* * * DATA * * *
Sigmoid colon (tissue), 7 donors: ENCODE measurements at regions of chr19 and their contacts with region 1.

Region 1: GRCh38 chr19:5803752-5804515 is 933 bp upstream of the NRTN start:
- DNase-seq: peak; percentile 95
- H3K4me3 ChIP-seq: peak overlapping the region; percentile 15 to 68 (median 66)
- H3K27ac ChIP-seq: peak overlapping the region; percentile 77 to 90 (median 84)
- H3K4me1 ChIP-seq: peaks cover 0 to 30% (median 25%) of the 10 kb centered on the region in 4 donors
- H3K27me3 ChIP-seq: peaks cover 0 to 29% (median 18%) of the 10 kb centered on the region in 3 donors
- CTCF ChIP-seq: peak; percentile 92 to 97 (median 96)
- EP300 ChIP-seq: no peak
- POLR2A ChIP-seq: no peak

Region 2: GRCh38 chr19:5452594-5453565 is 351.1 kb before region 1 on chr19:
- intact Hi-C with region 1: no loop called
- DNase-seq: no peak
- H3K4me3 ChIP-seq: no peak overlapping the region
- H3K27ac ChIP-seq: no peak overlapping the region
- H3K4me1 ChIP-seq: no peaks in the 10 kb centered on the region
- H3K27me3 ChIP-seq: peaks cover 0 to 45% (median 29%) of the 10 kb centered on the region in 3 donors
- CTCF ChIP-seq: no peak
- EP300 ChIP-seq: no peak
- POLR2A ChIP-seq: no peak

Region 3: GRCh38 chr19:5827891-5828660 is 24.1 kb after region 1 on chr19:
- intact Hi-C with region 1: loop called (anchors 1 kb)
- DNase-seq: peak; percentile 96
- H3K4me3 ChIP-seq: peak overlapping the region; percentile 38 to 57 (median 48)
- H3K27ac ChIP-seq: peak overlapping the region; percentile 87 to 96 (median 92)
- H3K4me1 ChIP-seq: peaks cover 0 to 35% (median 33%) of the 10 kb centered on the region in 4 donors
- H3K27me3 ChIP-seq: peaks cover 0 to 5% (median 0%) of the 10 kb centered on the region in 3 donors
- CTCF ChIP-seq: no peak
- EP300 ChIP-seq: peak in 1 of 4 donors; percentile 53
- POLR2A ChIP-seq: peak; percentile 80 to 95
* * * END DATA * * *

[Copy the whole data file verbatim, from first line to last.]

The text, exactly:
Sigmoid colon (tissue), 7 donors: ENCODE measurements at regions of chr19 and their contacts with region 1.

Region 1: GRCh38 chr19:5803752-5804515 is 933 bp upstream of the NRTN start:
- DNase-seq: peak; percentile 95
- H3K4me3 ChIP-seq: peak overlapping the region; percentile 15 to 68 (median 66)
- H3K27ac ChIP-seq: peak overlapping the region; percentile 77 to 90 (median 84)
- H3K4me1 ChIP-seq: peaks cover 0 to 30% (median 25%) of the 10 kb centered on the region in 4 donors
- H3K27me3 ChIP-seq: peaks cover 0 to 29% (median 18%) of the 10 kb centered on the region in 3 donors
- CTCF ChIP-seq: peak; percentile 92 to 97 (median 96)
- EP300 ChIP-seq: no peak
- POLR2A ChIP-seq: no peak

Region 2: GRCh38 chr19:5452594-5453565 is 351.1 kb before region 1 on chr19:
- intact Hi-C with region 1: no loop called
- DNase-seq: no peak
- H3K4me3 ChIP-seq: no peak overlapping the region
- H3K27ac ChIP-seq: no peak overlapping the region
- H3K4me1 ChIP-seq: no peaks in the 10 kb centered on the region
- H3K27me3 ChIP-seq: peaks cover 0 to 45% (median 29%) of the 10 kb centered on the region in 3 donors
- CTCF ChIP-seq: no peak
- EP300 ChIP-seq: no peak
- POLR2A ChIP-seq: no peak

Region 3: GRCh38 chr19:5827891-5828660 is 24.1 kb after region 1 on chr19:
- intact Hi-C with region 1: loop called (anchors 1 kb)
- DNase-seq: peak; percentile 96
- H3K4me3 ChIP-seq: peak overlapping the region; percentile 38 to 57 (median 48)
- H3K27ac ChIP-seq: peak overlapping the region; percentile 87 to 96 (median 92)
- H3K4me1 ChIP-seq: peaks cover 0 to 35% (median 33%) of the 10 kb centered on the region in 4 donors
- H3K27me3 ChIP-seq: peaks cover 0 to 5% (median 0%) of the 10 kb centered on the region in 3 donors
- CTCF ChIP-seq: no peak
- EP300 ChIP-seq: peak in 1 of 4 donors; percentile 53
- POLR2A ChIP-seq: peak; percentile 80 to 95